Finally, pork producers succeeded in defending both victories in federal court. (Remember, they didn’t go to court; they were named as defendants by checkoff backers who brought the suit to keep the checkoff.)

Now, after years of struggle and victory after victory, pork producers are told by USDA that the checkoff really exists so 91 people--“with expertise that cannot be replaced”--can keep their jobs?

And we thought lawyers lacked a sense a humor.

But USDA is not joking; it’s deadly serious.

So let’s be serious, too.

If USDA seriously believes the checkoff must be reinstated to save 91 jobs at the National Pork Board--most of which are held by former National Pork Producer Council employees who simply moved to the Board after the NPPC lost the 2000 checkoff vote--exactly what does USDA believe should be done for the more than 200,000 pork producers who lost their jobs since the pork checkoff was imposed in the mid-1980s?

And one more question while we’re at it: What has USDA’s rigorous court defense of all checkoffs in the last three years cost U.S. taxpayers? We know what’s its costs U.S. farmers--$1.3 billion per year.

3. GMO headlines, headaches
and heartburn

GMOs again made headlines this week and again the headlines gave American farmers headaches and heartburn.
On Nov. 13 and 14, USDA revealed that experimental bioengineered corn twice had threatened to contaminate the U.S. food and export markets in recent months with pharmaceutical varieties of corn unapproved for human consumption.

In the first incident, about 500 bu. of soybeans containing trace residual amounts of an unapproved GMO corn from a 2001 test plot were present in soybeans grown and harvested in the same field in 2002. A truckload of beans from that field were later mixed with 500,000 bu. of soybeans at an Aurora, NE elevator.

USDA ordered all 500,000 bu. to be destroyed or used in non-food--such as biodiesel--applications

According to USDA, ProdiGene, Inc., a biotech firm based in College Station, TX, hired Stauffer Seed Co. to contract with farmers to grow experimental varieties of pharmaceutical corn in 2001.

During the 2002 growing season, however, government inspectors monitoring the soybean field where the one acre of GMO corn had been grown in 2001 noticed volunteer corn in the beans. The inspectors ordered the volunteer corn removed from the field before the 2002 harvest.

According to USDA, though, the farmer failed to remove the volunteer GMO corn and harvested it with the beans. Later, the beans were mixed with other beans at the Aurora elevator to contaminate about $2.7 million worth 2002 crops.

On Nov. 14, USDA acknowledged that ProdiGene also had been ordered to burn 155 acres of conventional, non-GMO corn in Iowa earlier this fall after government inspectors suspected some of the firm’s experimental pharmaceutical corn may have cross-pollinated nearby conventional corn.

USDA said ProdiGene will pay for the costs of containing both non-approved GMO varieties.

What USDA did not say--and what ProdiGene has yet to disclose--is what types of “pharm” corn the company was testing to cause USDA to impose such draconian measures. USDA records indicate the ProdiGene received 85 test permits that allowed open-air trials of GMO and pharmaceutical corn in at least 96 different locations.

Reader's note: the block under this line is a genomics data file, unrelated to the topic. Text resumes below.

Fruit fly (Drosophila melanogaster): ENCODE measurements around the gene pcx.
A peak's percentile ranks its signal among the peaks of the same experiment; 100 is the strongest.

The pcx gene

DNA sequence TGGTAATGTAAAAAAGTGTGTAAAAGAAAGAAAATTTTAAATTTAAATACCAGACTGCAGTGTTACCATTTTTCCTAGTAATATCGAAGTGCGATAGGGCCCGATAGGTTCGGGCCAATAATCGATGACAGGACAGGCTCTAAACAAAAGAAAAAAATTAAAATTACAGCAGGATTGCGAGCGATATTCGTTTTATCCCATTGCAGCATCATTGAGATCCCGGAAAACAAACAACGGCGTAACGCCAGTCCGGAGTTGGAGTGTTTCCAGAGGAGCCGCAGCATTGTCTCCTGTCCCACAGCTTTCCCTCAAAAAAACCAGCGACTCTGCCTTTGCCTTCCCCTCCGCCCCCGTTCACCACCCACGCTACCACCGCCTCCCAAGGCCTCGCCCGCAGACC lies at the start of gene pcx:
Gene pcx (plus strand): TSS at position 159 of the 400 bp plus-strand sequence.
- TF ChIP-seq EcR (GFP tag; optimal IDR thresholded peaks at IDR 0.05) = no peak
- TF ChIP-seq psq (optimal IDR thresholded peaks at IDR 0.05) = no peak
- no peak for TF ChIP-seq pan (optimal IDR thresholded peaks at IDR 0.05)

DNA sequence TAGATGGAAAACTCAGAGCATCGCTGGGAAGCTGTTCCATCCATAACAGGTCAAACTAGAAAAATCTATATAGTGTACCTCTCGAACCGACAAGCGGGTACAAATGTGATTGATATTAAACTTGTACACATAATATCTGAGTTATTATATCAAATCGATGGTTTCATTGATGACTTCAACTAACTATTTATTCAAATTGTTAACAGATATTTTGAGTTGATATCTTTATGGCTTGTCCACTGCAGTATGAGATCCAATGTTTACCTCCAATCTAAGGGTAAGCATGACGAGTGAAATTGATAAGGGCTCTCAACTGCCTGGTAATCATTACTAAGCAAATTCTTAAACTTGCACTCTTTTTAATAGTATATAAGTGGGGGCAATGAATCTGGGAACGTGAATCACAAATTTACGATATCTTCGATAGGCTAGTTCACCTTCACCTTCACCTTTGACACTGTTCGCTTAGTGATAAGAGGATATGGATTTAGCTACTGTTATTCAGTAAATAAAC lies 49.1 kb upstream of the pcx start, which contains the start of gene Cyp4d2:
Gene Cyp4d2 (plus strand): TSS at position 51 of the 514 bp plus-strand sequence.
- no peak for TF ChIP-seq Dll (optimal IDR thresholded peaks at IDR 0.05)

GMO opponent GEFood Alert suspects the pharmacological corn may have been one of four experimental varieties ProdiGene is attempting to develop: corn that contains either an AIDS vaccine, the blood-clotting agent Aprotinin, a digestive enzyme call Trypsin or an industrial glue called Laccase.

Matt Rand, the Biotechnology Campaign Manager for the National Environmental Trust, suggested the latest incidents only confirm that “it is just a matter of time before one of these experimental crops ends up on our dinner plates.”

GEFood Alert said it will petition USDA to halt all GMO pharmaceutical testing. Also, The Center for Food Safety announced it will file a Freedom of Information request with USDA to review all ProdiGene GMO test requests.

An earlier FOI on ProdiGene tests by Friends of the Earth was denied by USDA.

Despite the latest GMO headaches, some farm groups are using the incidents to claim USDA oversight of GMO testing is working. Stephan Censky, ceo of the American Soybean Assoc., noted USDA “did take action” before the ProdiGene non-approved corn entered the food chain.

But, he added, “pharmaceutical or industrial crops have to (be grown) under very strict and very meticulous protocols.”

Food sellers, however, say more assurances are necessary. The Grocery Manufacturers of America told the Des Moines Register Nov. 14 that the “biotech industry should ‘give serious consideration’ to using plants other than food crops like corn to develop pharmaceutical compounds.”

The American Corn Growers Assoc. agrees, saying the latest GMO scares only reinforce its long-advocated “cautionary approach” to GMO adoption and testing by American farmers.
“The last thing American farmers need is to have a lack of food processor confidence or erosion of consumer faith over the safety of corn, the nation’s largest crop,” offers ACGA’s Dan McGuire.



© 2002 ag comm

The Final Word comes to you each Friday by special arrangement. Alan Guebert's regular column, the Farm and Food File, is published weekly in more than 70 newspapers around the US and Canada. Contact him at